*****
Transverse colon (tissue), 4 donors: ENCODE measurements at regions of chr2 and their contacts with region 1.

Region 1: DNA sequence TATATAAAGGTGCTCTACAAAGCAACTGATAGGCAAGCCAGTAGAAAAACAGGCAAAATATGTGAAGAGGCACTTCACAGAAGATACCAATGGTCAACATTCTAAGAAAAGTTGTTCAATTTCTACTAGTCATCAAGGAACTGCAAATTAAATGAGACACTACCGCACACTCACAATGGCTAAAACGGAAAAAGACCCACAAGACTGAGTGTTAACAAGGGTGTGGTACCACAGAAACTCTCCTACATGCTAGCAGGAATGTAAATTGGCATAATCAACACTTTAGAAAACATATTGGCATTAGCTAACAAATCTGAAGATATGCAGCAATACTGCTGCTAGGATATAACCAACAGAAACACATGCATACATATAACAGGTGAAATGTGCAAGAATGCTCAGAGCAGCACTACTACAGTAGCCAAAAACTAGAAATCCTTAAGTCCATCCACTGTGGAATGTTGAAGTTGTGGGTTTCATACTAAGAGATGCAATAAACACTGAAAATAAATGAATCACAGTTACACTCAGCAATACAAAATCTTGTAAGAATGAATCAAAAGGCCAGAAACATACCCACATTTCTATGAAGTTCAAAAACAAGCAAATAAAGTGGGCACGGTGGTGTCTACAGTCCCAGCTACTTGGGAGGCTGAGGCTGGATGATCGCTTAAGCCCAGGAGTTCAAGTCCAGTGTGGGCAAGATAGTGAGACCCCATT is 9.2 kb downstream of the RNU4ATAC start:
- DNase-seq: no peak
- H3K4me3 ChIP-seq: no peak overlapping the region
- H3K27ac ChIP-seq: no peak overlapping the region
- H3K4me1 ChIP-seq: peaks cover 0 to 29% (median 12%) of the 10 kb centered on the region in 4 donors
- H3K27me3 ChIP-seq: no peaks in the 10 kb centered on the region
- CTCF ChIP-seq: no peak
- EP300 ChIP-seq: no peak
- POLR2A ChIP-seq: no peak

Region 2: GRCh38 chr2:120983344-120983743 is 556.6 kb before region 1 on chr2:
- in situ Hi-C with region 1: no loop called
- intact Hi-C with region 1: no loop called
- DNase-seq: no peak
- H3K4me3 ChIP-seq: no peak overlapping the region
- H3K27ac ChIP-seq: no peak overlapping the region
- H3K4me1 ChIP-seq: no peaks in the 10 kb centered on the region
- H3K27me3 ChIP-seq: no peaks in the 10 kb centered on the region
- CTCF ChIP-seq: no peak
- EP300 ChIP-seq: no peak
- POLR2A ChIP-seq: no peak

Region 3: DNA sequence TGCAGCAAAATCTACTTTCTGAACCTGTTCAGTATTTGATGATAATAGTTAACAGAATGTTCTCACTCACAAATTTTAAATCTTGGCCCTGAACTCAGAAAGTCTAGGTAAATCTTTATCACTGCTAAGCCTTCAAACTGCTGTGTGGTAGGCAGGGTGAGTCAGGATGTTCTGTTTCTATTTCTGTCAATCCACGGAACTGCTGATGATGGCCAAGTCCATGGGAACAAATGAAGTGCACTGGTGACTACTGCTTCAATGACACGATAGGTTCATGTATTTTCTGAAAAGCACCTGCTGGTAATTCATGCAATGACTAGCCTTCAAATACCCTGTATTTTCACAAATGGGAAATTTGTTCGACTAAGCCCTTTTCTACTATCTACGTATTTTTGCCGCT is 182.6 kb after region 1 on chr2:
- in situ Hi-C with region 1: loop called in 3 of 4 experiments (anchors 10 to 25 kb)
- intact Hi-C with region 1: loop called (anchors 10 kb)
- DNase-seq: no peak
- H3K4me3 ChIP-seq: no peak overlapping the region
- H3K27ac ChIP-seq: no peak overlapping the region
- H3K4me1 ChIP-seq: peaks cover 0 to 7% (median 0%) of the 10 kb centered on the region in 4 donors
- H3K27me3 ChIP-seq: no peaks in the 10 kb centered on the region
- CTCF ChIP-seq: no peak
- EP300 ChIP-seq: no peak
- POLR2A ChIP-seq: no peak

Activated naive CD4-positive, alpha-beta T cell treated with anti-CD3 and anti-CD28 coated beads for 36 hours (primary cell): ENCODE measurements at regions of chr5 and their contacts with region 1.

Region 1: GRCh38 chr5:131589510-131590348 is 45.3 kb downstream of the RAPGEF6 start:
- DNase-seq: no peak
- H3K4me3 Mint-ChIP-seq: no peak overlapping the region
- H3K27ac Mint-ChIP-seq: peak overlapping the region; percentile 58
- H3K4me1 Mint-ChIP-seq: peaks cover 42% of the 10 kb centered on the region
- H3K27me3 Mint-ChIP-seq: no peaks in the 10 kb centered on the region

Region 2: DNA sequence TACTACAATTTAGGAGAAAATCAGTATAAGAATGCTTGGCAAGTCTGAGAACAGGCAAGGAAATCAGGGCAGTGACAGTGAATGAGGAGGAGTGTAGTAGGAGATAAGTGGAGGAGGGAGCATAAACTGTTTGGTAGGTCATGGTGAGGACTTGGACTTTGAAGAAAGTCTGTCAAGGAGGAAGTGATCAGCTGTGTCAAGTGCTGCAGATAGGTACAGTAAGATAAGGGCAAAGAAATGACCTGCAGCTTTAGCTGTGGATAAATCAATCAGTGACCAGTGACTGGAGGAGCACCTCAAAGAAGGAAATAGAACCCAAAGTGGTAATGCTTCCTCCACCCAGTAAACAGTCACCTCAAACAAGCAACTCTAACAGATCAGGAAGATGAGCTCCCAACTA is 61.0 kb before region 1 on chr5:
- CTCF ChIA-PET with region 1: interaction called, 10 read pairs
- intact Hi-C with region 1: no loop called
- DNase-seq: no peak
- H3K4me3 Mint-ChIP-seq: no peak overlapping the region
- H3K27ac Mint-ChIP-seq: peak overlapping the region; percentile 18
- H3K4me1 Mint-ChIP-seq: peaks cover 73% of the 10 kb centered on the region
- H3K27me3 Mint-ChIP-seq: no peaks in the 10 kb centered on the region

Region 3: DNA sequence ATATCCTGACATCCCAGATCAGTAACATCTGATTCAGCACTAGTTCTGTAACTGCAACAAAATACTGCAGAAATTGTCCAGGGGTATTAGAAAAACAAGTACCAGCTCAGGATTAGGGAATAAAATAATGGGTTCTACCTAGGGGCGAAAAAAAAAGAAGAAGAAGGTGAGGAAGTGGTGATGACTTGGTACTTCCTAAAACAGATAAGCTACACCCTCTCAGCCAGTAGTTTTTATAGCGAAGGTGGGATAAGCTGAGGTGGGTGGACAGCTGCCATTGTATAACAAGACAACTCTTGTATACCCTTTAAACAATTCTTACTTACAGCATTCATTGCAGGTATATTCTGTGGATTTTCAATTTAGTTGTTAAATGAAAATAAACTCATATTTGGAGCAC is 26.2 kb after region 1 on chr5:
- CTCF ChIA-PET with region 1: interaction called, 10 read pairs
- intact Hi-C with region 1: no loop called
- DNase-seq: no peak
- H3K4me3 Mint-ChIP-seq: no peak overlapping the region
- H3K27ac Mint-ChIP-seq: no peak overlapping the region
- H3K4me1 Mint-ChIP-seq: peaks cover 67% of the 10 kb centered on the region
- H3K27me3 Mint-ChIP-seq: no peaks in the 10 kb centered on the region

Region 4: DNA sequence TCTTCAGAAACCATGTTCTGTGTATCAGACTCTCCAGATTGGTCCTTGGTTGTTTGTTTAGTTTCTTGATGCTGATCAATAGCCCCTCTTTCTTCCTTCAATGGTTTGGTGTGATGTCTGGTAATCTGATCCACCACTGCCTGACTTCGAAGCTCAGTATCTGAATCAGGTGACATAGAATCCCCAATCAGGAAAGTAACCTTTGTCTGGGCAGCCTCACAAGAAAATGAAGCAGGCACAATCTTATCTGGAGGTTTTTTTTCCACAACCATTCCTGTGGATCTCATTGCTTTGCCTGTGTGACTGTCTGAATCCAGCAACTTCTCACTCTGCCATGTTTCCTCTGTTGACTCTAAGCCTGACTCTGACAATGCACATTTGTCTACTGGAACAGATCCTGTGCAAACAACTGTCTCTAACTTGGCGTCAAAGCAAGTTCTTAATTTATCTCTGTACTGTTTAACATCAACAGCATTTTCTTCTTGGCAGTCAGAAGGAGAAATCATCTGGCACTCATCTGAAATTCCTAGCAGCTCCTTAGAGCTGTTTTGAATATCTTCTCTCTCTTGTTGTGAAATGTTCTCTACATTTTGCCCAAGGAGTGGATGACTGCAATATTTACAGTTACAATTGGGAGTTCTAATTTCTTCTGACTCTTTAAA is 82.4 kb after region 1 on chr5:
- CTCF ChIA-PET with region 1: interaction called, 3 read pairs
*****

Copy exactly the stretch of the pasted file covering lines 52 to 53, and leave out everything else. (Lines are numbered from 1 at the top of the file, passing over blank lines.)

- H3K4me3 Mint-ChIP-seq: no peak overlapping the region
- H3K27ac Mint-ChIP-seq: no peak overlapping the region